Jonathan Mayer, a Stanford graduate student who has been a highly vocal advocate for consumer privacy, has resigned from the Tracking Protection Working Group, which is charged with setting the browser spec for a "Do Not Track" mechanism.
In an email delivered yesterday afternoon to members of the Working Group, Mayer writes, “We do not have a credible timetable—and we've just adjourned for a month. We do not have a definitive base text. We do not have straightforward guidelines on what amendments are allowed… This is not process: this is the absence of process. Given the lack of a viable path to consensus, I can no longer justify the substantial time, travel, and effort associated with continuing in the Working Group.”
Operating under the World Wide Web Consortium (W3C), the TPWG, which includes representatives from privacy groups, academics, browser makers and advertisers, has struggled to come to an agreement on what it means when a Web user turns on a Do Not Track signal. Two years after it was formed, the Working Group has little to show for its efforts.
In an earlier conversation with AdExchanger, Mayer expressed his frustration with the TPWG, noting, “Privacy was tantalizing a few years back because it was clear there was a lot of interest on the horizon and an opportunity to provide input…but at this point it seems stuck. The space is sufficiently crowded with enough vested interests that make it difficult for one grad student to make a difference.”
Mayer’s resignation followed a warning from the group’s co-chair, Peter Swire, that there was no chance the group would meet its latest “last call” deadline, which was set for the end of July, and that the group should prepare for further discussions moving forward.
In a separate email, Lee Tien, of the privacy group Electronic Frontier Foundation, echoed Mayer’s dismay at the group’s failure to meet the July deadline. “We also think that avoiding a "go/no go" decision disserves W3C itself,” Tien writes. “Consensus is not always possible, and there is no shame in recognizing that after prolonged good-faith efforts. “
Before adjourning for one month, the Working Group agreed to resume its discussions in September.
In addition to being a member of the TPWG, Mayer created a cookie-blocking patch for Mozilla’s Firefox browser that is being tested for an upcoming version of the browser. It is uncertain if Mayer’s decision to leave the Working Group will affect his participation at Mozilla.
In moving forward, Jonathan Mayer told AdExchanger that he is “not done with privacy in any way” and will focus on the Cookie Clearinghouse project. The Cookie Clearinghouse is a joint initiative developed by Mozilla and the Stanford Center for Internet and Society that is developing a list of browsers that would be permitted to set cookies on websites and another list of browsers that would be blocked. Mayer is a member of the Clearinghouse’s advisory board.
Read on for Mayer’s entire resignation letter:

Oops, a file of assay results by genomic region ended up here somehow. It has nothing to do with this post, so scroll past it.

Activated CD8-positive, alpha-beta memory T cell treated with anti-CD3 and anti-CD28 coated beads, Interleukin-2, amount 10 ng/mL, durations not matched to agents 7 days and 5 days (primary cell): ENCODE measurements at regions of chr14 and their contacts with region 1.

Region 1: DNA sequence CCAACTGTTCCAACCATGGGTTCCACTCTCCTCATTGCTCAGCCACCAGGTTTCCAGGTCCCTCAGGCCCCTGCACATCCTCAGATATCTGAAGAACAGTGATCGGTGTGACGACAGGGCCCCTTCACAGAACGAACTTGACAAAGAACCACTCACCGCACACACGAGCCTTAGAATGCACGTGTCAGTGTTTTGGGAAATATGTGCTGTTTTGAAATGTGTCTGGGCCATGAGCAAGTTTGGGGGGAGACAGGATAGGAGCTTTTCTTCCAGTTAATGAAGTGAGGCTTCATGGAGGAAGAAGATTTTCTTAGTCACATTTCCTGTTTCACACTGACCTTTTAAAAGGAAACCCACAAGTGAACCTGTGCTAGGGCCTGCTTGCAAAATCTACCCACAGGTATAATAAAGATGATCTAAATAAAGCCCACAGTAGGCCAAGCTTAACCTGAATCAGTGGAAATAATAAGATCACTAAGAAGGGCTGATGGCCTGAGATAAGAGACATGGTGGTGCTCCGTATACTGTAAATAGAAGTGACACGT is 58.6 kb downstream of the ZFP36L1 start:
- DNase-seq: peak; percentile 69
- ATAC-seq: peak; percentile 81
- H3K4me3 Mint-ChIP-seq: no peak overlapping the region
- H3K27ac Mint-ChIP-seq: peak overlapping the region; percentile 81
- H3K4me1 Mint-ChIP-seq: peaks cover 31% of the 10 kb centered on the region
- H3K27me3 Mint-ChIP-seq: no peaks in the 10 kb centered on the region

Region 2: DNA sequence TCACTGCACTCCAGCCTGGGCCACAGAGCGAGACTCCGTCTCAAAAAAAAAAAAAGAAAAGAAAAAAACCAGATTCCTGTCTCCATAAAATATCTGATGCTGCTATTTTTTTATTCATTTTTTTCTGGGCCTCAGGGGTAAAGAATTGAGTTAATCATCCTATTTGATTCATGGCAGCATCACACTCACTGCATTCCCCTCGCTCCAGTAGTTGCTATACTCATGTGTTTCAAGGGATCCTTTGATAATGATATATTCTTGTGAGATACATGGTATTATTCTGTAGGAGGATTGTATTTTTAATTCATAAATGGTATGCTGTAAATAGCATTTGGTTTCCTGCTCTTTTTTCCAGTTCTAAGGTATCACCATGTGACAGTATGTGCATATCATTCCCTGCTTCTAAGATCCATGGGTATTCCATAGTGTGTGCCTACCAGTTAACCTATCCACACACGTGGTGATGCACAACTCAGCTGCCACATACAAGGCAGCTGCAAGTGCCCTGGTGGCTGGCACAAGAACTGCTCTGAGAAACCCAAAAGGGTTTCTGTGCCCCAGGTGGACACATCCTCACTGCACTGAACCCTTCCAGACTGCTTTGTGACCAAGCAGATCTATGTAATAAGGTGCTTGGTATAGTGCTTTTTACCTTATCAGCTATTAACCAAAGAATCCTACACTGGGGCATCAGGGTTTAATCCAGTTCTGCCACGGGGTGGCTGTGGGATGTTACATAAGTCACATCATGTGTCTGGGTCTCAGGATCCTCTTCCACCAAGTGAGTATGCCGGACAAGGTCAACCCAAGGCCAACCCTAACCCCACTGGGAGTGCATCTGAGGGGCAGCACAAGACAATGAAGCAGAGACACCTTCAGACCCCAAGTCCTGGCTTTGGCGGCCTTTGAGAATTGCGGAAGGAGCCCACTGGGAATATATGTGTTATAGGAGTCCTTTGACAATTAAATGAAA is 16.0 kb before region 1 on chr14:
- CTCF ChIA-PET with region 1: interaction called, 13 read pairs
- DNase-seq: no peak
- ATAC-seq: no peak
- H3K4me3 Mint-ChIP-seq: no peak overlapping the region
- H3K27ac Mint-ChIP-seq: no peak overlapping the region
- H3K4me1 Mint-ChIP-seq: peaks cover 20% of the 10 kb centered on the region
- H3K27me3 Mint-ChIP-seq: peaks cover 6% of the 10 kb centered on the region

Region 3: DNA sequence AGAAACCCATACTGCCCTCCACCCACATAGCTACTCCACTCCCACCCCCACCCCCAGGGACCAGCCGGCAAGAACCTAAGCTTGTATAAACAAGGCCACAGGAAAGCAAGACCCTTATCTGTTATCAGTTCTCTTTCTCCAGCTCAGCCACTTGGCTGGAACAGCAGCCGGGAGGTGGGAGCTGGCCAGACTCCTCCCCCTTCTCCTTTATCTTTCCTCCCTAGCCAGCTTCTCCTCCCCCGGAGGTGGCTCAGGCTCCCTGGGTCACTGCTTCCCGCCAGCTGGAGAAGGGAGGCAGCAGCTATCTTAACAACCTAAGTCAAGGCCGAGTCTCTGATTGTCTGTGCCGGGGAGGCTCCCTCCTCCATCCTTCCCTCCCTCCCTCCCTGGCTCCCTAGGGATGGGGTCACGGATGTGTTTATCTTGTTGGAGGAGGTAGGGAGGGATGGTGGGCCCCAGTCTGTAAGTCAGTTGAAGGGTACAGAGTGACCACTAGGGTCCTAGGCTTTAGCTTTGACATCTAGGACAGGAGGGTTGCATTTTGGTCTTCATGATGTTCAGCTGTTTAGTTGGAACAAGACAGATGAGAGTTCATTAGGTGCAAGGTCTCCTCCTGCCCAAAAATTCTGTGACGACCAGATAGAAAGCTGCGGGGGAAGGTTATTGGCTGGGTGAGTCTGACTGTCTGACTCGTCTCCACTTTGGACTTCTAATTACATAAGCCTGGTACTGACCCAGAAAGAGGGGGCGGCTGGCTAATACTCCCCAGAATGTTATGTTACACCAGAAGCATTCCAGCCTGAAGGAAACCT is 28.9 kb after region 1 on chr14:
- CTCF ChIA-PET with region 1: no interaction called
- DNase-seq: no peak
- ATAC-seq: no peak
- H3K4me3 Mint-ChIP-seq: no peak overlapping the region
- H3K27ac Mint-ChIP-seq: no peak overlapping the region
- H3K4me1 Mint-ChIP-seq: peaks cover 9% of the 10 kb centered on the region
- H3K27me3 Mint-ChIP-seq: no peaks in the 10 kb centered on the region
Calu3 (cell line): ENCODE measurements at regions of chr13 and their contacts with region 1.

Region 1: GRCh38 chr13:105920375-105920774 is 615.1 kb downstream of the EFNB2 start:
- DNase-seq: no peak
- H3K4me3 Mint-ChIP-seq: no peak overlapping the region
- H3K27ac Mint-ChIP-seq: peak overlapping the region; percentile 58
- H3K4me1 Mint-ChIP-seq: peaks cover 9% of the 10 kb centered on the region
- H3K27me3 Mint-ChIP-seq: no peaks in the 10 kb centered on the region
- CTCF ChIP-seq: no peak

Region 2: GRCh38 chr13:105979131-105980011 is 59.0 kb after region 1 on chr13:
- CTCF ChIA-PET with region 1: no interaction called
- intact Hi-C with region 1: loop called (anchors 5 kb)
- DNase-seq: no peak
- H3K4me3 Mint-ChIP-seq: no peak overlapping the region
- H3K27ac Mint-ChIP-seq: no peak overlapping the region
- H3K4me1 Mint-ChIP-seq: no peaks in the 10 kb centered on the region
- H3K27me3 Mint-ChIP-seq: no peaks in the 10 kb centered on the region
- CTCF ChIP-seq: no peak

Dear Group Leadership, Staff, and Colleagues,
I hereby resign from the Tracking Protection Working Group, effective July 31, 2013.
Last month, I wrote:
We first met to discuss Do Not Track over 2 years ago. We have now held 10 in-person meetings and 78 conference calls. We have exchanged 7,148 emails. And those boggling figures reflect just the official fora.
The group remains at an impasse. We have sharpened issues, and we have made some progress on low-hanging fruit. But we still have not resolved our longstanding key disagreements, including: What information can websites collect, retain, and use? What sorts of user interfaces and defaults are compliant, and can websites ignore noncompliant browsers?
Our Last Call deadline is July 2013. That due date was initially January 2012. Then April 2012. Then June 2012. Then October 2012. We are 18 months behind schedule, with no end in sight.
There must come a stopping point. There must come a time when we agree to disagree. If we cannot reach consensus by next month, I believe we will have arrived at that time.
I plan to continue collaborating in good faith right up until our deadline. I remain committed to Do Not Track as a uniform, persistent, easy-to-use, and effective control over collection of a consumer's browsing history. I believe a consensus Do Not Track standard is the best possible outcome for all stakeholders in the web ecosystem.
We have reached the end of July. There is no light at the end of the tunnel. A glance at our issue tracker confirms scant progress.
On substance: The DAA Proposal reflects a radical perspective on Do Not Track that does little to protect consumer privacy. The June Draft has drawn firm objections from myriad and diverse stakeholders; at least 23 contested issues remain formally open. We are, in many respects, further apart than ever before.
On process: We do not have a credible timetable—and we've just adjourned for a month. We do not have a definitive base text. We do not have straightforward guidelines on what amendments are allowed. We do not have clear rules of decision. And even if we were to have procedural commitments, they could be unilaterally cast aside at any time. This is not process: this is the absence of process.
Given the lack of a viable path to consensus, I can no longer justify the substantial time, travel, and effort associated with continuing in the Working Group.
Best of luck to you all.
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